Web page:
Nature tells us celibacy is not natural, the Catholic Church should listen

Herald Sun


THE ongoing Royal Commission into Child Sexual Abuse has already shone some welcome light into a variety of dark places.

One such place is the Catholic Church’s requirement for its priests to remain celibate. Physical intimacy with a significant other is a normal and fundamental part of human existence. It can’t be a good idea for priests to repress that urge.

When asked about this a few days ago, the Catholic Archbishop of Melbourne, Denis Hart, described celibacy as “fulfilling” and a “wonderful vocation”. He also refused to accept a sexual life was necessary for all people. On which planet is the Archbishop living?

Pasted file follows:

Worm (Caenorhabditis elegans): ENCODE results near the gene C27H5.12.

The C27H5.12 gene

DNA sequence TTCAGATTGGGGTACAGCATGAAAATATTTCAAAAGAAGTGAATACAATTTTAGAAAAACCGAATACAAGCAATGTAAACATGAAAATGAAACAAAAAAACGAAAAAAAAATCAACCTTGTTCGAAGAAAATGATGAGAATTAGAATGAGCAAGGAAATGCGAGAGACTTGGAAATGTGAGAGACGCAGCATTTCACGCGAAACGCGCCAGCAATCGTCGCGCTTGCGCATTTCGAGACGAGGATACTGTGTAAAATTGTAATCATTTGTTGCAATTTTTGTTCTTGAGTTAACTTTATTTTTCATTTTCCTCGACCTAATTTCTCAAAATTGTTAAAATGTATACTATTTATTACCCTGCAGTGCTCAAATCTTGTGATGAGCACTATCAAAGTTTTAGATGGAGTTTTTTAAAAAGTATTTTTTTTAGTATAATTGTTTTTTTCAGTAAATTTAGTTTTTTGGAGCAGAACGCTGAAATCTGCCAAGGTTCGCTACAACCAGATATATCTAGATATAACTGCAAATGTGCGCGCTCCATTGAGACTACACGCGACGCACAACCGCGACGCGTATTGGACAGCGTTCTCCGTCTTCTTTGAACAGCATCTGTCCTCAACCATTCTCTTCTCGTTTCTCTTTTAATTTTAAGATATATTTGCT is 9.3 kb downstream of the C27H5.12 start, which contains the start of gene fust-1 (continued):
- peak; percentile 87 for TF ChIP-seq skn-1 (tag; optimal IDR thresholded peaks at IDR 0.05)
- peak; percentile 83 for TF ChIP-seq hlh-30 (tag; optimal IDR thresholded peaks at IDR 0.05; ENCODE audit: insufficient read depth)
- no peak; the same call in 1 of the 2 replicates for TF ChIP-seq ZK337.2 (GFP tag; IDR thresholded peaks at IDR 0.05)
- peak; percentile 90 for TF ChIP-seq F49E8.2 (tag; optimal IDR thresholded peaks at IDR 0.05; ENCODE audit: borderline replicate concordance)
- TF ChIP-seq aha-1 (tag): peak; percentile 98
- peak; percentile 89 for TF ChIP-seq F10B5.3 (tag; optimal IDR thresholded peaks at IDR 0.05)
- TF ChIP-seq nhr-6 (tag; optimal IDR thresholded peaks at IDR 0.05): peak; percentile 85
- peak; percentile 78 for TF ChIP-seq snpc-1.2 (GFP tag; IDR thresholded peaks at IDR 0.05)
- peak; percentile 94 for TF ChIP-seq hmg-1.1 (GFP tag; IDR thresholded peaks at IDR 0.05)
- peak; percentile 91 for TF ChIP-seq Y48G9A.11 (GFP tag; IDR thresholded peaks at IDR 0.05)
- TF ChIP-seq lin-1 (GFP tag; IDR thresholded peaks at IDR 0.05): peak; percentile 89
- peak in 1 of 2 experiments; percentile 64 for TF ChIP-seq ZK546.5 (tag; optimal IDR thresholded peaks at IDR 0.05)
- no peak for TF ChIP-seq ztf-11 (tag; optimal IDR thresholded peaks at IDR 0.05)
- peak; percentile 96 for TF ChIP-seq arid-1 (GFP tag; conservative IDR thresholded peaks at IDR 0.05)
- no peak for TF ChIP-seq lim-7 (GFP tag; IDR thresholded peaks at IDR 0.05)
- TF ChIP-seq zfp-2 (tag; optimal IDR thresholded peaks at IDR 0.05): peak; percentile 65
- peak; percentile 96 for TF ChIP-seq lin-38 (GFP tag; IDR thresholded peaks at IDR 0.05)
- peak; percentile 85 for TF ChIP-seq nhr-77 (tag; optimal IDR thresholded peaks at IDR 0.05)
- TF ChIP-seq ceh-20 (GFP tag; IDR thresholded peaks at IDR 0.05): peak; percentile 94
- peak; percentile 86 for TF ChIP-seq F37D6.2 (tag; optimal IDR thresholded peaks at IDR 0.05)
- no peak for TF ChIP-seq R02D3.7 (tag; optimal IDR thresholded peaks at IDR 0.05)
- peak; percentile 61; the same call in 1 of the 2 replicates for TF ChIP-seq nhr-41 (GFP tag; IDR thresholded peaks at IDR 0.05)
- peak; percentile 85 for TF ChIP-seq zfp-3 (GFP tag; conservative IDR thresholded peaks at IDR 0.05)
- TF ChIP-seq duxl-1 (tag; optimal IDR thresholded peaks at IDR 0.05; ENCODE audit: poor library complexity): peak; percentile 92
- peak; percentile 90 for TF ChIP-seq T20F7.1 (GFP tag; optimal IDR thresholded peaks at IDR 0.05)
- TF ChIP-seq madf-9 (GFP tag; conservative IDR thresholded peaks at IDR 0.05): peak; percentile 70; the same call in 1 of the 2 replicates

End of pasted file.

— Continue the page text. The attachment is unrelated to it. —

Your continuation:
In the animal kingdom, the desire to procreate and ensure one’s genes continue is a powerful innate force. Male lions fight each other, sometimes to the death, for access to females. Adult elephants will form a protective ring around a sickly youngster to keep predators at bay.

The human world is really not very different. Middle-aged men buy expensive sports cars, dye their hair and bleach their teeth in an effort to impress women.

And on a more serious note, adults of either gender will go to extraordinary lengths to protect and nurture their children.

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